Temperature monitoring is ideal for reducing bacteria and mold which otherwise may thrive and contaminate products and processes. Whether your cleanroom is designed around an assembly line, product compounding area, sensitive machinery, or another application, there are a few factors to consider before automating your setup including your regulatory needs, temperature range, sensor type, and sample rate.
Data loggers — or data recorders as they are sometimes called — record and store temperature and other values, encompassing a range of products including software and hardware. Whether you need a simple single-channel unit to log temperature or a multi-channel system to log several temperature inputs and other parameters at the same time, you can find a data logger to meet your exact needs. There are several common types of temperature sensors that are used with data loggers. You should go with the sensor type that’s best suited to your specific application.
Make sure you meet regulatory standards. U.S. cleanroom standards and regulations include the FDA’s CFR PART 210 and CFR PART 211 outlining cGMP relating to drugs and finished pharmaceuticals. ISO standard 14644-1 covers air cleanliness — effective temperature monitoring overlaps with this regulation as far as mold reduction etc.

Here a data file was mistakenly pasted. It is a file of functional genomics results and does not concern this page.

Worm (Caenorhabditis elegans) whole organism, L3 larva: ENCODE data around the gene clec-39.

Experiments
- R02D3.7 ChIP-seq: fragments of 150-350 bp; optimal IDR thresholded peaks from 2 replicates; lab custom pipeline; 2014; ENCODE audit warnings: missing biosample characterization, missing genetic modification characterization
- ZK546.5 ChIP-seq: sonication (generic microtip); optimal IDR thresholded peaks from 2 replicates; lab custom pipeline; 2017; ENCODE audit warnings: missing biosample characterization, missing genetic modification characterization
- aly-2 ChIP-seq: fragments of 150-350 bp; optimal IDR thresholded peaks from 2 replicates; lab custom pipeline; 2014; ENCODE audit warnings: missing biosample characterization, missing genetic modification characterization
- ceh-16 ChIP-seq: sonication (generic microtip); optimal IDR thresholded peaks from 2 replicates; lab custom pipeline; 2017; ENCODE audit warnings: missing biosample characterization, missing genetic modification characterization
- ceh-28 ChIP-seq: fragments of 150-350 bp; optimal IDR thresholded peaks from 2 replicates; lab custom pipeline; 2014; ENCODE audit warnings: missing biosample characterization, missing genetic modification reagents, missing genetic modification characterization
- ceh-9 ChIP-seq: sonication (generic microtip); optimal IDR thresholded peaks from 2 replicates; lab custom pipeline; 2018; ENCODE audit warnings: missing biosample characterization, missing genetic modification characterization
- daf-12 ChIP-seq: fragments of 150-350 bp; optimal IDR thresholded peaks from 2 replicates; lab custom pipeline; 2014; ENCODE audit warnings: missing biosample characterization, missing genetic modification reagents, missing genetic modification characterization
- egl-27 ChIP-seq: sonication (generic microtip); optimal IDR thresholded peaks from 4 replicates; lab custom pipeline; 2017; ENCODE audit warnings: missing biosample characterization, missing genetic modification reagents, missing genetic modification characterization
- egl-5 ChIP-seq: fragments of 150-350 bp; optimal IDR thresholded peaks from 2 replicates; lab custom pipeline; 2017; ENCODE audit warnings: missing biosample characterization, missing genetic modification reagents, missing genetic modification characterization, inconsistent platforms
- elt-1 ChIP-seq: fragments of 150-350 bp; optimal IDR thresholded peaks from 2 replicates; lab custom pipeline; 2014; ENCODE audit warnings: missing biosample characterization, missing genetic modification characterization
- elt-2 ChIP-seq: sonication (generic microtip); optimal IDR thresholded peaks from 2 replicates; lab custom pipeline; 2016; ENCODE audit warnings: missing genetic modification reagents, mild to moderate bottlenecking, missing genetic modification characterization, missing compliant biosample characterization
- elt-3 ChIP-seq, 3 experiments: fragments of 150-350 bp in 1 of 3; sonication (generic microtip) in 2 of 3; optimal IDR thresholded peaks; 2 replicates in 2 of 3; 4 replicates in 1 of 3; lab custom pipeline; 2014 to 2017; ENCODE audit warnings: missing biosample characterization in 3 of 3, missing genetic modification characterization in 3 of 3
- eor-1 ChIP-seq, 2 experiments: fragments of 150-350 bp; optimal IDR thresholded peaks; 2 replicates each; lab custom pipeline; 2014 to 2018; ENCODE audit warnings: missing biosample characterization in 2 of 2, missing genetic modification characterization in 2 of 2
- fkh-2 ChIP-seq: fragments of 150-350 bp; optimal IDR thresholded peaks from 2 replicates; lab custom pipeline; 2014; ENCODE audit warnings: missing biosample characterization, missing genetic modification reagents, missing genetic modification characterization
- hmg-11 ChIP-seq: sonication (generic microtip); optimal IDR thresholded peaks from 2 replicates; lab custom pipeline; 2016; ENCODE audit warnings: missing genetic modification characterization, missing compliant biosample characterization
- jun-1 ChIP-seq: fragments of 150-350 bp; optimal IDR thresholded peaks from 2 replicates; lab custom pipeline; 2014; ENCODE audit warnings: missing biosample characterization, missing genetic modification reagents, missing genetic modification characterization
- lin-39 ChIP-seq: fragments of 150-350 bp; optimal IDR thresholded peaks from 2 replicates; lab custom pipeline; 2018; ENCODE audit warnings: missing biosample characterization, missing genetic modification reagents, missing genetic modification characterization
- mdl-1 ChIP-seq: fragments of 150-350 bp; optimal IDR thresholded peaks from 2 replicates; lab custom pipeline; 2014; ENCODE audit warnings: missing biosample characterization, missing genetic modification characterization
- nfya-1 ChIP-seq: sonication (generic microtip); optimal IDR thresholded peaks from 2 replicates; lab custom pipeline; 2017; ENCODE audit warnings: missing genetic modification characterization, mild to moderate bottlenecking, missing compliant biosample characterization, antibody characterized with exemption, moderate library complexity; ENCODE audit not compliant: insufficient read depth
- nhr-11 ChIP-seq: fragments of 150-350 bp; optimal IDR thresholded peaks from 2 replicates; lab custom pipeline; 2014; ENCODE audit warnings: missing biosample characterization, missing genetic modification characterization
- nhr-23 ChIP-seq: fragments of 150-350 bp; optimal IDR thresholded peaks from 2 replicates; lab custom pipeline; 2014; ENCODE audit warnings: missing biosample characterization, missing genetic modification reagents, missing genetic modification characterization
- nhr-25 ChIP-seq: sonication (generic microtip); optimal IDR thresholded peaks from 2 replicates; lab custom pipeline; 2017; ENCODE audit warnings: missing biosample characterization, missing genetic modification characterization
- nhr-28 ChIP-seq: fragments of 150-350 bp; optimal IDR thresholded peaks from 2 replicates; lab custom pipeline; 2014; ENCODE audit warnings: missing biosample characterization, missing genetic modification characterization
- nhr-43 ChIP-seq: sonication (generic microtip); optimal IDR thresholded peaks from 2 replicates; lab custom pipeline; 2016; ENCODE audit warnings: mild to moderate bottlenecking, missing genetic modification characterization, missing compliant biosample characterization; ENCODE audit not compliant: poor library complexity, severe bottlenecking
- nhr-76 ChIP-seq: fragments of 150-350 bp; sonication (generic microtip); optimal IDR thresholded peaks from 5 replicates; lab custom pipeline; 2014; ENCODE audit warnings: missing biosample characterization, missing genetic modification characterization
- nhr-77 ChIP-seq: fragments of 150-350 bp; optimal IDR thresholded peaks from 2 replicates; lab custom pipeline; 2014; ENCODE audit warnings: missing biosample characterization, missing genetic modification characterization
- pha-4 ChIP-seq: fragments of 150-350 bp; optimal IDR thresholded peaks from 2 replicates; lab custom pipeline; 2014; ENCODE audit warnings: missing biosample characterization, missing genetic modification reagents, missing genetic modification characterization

Whether you want to go with an Ethernet or wireless setup is often already decided by your facility layout. However, you can make this decision depending on how you want to automatically transmit the temperature data. Ethernet-capable devices are often more affordable than wireless systems and can be mounted wherever you need to measure the temperature. The pod has connections for both external RTD and thermocouple sensors and can be plugged into an Ethernet port to automatically send your data to a secure server.
Even the most accurate system will only gather data where and when you tell it to. Again, your room layout will dictate some of these decisions depending on filter location, air flow, etc. Optimal placement areas include near HEPA filters, areas where personnel most commonly travel, and adjacent to any temperature-sensitive equipment or products.
Using data loggers for continual temperature monitoring and alarming enables cleanroom staff to stay in compliance by responding at a moment’s notice to out-of-specification conditions. Sophisticated alarms monitor the incoming data and can even send email, pager, or phone warnings to multiple recipients whenever an alarm is triggered. With automated alarming, you’re able to instantly contact staff so that equipment can be serviced or replaced without delay.
This Cleanroom Tip was taken from “Automating Cleanroom Temperature Monitoring” by Stew Thompson, which originally appeared in the May 2014 issue of Controlled Environments.